The Lost World (Jurassic Park #2) by Michael Crichton

The Lost World (Jurassic Park #2)
by Michael Crichton
Official Site






Format: Kindle, 430 pages
Published: Jan. 18th 2001 (1st published 1995) by Ballantine Books
Genre: Literature, Sci-Fi Thriller

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It is now six years since the secret disaster at Jurassic Park, six years since the extraordinary dream of science and imagination came to a crashing end—the dinosaurs destroyed, the park dismantled, and the island indefinitely closed to the public. 

There are rumors that something has survived. . . . -Goodreads

Review:


“Was the human species engaged in behavior that would eventually lead to its own extinction?” (Introduction)

Where the first novel focuses on the chaos theory and sporadic events, this second novel is propelled by the theory of evolution and adaptation. As InGen’s original “Park” project declined and went into bankrupt and secrecy, they left behind something more sinister: a Lost World.

Ian Malcolm rejoins us for this book with some colleagues, Sarah Harding, Thorne and his assistant Eddie; some stowaway kids, Arby and Kelly; and an overzealous dinosaur obsessed researcher, Levine. Unknowingly, Levine is being followed around by Lewis Dodgson and his cronies, as Dodgson’s style is to steal research from those who do the hard work, and make it his own.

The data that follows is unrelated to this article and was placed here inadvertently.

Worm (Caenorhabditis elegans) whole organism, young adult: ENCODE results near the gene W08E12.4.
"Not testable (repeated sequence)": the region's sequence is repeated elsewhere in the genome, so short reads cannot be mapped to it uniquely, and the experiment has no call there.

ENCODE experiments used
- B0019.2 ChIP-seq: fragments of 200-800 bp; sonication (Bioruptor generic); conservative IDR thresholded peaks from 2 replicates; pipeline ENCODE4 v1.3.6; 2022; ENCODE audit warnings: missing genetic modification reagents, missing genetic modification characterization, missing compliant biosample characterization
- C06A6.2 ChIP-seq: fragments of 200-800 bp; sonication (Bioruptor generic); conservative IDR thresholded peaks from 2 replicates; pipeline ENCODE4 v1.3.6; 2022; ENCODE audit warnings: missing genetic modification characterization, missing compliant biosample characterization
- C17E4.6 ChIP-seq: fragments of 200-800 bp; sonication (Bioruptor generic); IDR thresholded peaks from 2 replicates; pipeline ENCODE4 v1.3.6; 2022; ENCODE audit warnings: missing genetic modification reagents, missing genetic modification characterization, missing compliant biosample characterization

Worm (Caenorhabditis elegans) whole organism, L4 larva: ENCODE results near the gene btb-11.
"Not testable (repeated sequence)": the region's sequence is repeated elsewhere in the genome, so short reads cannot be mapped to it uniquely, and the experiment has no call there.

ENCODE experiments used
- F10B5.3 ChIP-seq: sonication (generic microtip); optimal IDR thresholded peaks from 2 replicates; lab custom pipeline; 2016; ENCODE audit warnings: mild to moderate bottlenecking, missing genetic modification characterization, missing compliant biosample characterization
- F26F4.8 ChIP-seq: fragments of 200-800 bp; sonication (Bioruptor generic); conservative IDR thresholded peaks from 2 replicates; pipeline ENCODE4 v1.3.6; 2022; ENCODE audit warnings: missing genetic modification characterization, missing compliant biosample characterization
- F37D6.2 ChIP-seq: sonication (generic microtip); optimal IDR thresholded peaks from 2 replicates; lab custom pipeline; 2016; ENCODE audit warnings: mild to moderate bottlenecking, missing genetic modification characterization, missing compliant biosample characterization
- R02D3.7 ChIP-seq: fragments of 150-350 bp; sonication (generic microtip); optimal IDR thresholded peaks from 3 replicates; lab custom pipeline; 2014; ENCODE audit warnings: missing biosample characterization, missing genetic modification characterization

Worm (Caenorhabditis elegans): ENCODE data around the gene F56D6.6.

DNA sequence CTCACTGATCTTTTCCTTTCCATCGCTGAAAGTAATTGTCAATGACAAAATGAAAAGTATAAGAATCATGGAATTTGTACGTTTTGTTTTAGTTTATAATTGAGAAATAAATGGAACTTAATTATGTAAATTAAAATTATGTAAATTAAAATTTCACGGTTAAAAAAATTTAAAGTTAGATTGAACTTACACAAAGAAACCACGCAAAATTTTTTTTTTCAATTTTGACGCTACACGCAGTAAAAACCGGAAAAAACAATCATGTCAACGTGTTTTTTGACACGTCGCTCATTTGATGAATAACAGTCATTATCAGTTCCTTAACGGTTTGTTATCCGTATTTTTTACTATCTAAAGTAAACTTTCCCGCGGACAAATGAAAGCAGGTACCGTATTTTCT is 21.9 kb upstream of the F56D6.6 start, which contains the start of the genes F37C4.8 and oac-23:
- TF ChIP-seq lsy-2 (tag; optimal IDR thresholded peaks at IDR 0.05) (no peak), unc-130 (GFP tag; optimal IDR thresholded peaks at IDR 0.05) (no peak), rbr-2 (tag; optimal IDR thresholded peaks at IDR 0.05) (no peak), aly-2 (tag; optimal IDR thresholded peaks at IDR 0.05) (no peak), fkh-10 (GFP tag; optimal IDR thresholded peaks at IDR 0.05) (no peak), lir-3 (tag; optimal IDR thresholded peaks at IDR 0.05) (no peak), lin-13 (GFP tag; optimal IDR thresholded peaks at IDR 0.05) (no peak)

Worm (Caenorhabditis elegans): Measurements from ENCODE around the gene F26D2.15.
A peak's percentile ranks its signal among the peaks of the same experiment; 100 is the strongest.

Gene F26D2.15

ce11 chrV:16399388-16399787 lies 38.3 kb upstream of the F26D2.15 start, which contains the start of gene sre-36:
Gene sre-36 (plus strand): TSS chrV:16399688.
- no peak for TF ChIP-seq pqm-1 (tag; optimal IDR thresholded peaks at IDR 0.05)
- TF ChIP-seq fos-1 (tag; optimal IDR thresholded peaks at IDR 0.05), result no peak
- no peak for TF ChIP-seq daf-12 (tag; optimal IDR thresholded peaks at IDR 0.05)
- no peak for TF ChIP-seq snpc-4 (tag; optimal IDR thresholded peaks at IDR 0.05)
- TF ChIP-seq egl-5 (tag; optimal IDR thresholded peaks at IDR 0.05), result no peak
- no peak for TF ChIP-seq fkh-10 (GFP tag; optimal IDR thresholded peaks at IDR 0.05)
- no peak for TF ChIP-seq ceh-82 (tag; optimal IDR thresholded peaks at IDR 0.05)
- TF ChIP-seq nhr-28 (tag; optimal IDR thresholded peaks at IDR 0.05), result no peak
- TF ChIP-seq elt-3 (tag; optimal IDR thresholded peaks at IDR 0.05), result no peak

With Ian Malcolm shutting down Levine’s theory that there may be diseased dinosaur-like creatures discovered in the costa rican area, he makes the mistakable effort of going out to prove his theory of an existing Lost World. Things go wrong, and he goes missing and it’s up to Ian Malcolm and the others to find and save him; but will Dodgson interfere?

“In his view, a theory was nothing more than a substitute for experience put forth by someone who didn’t know what he was talking about.” (67)

Dodgson seems no different from Hammond (Jurassic Park) in that he wants the dinosaurs for monetary gain. He feels that if he could obtain the eggs from the different dinosaurs on the island, he could start up his own hunting preserve where wealthy people can hunt them. What everybody (especially Eddie) doesn’t understand is that with their young, dinosaurs are no more different than most other animals who would do anything to protect their family.

“‘this island presents a unique opportunity to study the greatest mystery in the history of our planet: extinction.’” (185)

I liked the idea of this book taking a different turn from the first novel, Jurassic Park, as it was driven by theories on evolution, adaptation and extinction. Although not as thrilling and suspense-filled as the previous book, The Lost World makes a point in making an example of the dangers of misinformation, rumors, unreliable sources and varying views on Earth’s development. I still love Ian Malcolm’s wit and deep insight into the philosophy and science of life.